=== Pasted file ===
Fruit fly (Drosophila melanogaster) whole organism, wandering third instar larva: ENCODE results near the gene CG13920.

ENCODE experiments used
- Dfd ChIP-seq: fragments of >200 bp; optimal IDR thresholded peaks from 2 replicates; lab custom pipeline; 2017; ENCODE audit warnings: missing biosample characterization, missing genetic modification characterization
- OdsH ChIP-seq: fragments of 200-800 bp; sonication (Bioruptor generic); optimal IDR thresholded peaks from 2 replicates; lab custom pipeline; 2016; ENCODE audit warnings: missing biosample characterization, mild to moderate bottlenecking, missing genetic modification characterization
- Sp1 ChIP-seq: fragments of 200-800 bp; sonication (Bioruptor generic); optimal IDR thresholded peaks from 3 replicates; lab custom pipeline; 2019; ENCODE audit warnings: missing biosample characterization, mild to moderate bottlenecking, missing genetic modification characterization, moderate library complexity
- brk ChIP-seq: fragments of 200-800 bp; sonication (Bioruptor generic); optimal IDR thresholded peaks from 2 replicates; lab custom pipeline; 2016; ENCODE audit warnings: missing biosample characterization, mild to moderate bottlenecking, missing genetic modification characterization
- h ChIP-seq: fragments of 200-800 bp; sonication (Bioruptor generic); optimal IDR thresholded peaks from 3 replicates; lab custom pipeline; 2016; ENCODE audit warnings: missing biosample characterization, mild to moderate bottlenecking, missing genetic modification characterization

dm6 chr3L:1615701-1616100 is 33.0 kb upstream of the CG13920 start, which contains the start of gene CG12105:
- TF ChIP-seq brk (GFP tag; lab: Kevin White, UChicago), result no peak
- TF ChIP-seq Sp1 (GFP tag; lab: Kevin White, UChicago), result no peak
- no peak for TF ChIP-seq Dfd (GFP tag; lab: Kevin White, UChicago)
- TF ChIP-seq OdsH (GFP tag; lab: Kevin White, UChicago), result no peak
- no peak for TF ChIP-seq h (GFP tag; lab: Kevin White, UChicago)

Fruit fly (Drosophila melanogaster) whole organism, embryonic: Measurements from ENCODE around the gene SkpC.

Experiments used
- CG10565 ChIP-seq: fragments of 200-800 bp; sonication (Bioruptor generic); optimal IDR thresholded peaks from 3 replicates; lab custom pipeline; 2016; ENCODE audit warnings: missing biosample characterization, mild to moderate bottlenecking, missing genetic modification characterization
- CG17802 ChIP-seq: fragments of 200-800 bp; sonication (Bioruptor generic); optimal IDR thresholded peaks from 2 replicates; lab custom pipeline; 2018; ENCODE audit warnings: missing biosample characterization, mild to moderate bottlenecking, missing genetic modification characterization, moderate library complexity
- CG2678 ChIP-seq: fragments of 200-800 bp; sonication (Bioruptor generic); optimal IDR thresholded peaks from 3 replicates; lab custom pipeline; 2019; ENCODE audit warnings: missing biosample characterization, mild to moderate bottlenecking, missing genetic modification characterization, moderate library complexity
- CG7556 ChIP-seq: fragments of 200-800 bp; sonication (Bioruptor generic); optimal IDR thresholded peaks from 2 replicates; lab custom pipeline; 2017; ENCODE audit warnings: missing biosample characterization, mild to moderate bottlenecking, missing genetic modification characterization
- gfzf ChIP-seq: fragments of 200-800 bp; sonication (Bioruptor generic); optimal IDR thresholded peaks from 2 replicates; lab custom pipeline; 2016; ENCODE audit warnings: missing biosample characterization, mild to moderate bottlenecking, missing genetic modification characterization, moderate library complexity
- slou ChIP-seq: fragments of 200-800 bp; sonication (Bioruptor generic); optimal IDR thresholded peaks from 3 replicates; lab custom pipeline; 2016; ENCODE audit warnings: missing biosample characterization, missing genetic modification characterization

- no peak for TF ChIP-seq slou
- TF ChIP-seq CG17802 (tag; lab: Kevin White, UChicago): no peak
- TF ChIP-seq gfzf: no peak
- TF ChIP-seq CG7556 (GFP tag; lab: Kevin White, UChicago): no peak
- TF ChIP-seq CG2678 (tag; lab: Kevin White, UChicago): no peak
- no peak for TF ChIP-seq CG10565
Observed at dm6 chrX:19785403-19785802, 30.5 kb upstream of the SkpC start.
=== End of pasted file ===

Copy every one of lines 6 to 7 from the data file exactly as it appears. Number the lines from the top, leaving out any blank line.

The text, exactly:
- brk ChIP-seq: fragments of 200-800 bp; sonication (Bioruptor generic); optimal IDR thresholded peaks from 2 replicates; lab custom pipeline; 2016; ENCODE audit warnings: missing biosample characterization, mild to moderate bottlenecking, missing genetic modification characterization
- h ChIP-seq: fragments of 200-800 bp; sonication (Bioruptor generic); optimal IDR thresholded peaks from 3 replicates; lab custom pipeline; 2016; ENCODE audit warnings: missing biosample characterization, mild to moderate bottlenecking, missing genetic modification characterization